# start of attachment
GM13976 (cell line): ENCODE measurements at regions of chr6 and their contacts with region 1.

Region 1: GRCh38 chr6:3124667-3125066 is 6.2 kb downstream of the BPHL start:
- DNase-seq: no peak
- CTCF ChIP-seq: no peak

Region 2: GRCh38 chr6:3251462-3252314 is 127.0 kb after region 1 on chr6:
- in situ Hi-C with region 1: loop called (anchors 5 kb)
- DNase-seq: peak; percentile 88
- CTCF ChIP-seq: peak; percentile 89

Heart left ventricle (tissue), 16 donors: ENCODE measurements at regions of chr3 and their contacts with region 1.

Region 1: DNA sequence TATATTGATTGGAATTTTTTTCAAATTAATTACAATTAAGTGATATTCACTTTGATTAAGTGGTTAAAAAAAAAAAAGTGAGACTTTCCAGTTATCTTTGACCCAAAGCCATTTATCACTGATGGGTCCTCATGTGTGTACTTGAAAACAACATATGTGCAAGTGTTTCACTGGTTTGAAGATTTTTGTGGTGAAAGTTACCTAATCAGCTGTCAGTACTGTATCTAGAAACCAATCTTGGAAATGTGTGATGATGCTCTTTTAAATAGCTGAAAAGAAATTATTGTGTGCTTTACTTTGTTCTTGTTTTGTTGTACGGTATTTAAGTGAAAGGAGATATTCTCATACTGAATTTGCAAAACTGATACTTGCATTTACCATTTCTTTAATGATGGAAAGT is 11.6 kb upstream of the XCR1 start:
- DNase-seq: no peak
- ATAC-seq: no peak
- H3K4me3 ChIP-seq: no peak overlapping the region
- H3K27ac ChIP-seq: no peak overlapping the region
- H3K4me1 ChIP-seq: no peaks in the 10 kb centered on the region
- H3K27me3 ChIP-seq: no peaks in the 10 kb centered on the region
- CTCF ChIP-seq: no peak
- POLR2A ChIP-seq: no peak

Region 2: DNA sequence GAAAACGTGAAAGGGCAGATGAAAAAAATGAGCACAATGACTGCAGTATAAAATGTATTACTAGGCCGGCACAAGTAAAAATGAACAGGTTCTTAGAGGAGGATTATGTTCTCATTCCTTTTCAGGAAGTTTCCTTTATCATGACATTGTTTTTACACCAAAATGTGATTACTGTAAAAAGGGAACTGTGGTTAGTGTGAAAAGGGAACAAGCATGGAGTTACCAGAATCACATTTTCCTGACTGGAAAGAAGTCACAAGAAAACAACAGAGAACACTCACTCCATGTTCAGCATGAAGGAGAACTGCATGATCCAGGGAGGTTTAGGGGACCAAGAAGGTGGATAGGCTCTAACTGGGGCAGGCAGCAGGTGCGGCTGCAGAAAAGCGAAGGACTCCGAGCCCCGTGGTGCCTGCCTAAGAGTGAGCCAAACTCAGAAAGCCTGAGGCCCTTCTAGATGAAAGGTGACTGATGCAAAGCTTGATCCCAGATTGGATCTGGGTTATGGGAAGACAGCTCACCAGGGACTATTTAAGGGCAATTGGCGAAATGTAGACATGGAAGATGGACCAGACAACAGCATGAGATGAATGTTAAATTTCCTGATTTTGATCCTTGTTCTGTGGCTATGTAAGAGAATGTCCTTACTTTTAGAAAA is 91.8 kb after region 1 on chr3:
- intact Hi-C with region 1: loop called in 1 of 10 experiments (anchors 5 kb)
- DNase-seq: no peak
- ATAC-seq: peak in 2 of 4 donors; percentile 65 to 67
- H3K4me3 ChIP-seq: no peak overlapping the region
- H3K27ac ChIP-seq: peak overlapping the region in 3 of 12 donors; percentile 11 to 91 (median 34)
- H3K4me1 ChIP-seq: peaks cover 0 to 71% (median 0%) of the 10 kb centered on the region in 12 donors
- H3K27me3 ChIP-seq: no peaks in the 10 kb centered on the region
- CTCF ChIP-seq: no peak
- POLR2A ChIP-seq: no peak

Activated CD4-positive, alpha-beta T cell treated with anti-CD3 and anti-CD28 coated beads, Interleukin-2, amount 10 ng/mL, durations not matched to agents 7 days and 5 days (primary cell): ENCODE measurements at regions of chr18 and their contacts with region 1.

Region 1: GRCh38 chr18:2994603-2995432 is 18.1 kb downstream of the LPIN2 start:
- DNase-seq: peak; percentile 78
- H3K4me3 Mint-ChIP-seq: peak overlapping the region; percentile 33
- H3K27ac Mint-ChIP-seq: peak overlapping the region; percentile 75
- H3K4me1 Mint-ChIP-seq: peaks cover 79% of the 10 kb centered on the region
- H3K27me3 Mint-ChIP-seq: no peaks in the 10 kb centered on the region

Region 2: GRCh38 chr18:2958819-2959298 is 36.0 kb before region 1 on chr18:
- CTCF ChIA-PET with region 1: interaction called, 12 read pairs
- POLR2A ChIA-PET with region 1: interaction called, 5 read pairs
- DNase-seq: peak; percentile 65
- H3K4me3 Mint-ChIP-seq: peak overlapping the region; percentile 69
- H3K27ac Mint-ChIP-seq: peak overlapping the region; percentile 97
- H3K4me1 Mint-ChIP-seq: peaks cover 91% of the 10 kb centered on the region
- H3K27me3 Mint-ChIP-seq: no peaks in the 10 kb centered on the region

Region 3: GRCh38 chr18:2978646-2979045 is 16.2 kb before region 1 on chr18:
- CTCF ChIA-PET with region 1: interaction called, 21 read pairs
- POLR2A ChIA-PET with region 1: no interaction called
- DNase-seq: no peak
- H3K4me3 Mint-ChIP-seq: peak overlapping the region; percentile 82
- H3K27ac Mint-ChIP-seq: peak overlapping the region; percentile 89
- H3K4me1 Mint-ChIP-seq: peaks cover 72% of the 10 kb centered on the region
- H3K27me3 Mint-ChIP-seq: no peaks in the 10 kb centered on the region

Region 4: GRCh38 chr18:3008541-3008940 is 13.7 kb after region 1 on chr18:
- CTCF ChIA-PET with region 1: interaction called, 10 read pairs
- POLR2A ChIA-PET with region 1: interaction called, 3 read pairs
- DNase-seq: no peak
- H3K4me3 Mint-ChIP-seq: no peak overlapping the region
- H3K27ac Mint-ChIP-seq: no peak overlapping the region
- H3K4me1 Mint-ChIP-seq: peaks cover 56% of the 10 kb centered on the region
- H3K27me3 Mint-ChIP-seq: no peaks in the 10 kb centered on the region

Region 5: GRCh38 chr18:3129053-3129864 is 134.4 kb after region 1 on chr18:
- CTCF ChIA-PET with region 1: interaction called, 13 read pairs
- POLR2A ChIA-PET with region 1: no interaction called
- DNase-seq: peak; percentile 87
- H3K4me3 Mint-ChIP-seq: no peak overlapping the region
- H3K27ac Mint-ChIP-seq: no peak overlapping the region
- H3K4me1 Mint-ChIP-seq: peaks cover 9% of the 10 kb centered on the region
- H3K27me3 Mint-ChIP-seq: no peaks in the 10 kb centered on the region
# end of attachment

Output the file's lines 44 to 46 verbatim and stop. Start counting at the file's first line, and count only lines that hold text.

Region 3: GRCh38 chr18:2978646-2979045 is 16.2 kb before region 1 on chr18:
- CTCF ChIA-PET with region 1: interaction called, 21 read pairs
- POLR2A ChIA-PET with region 1: no interaction called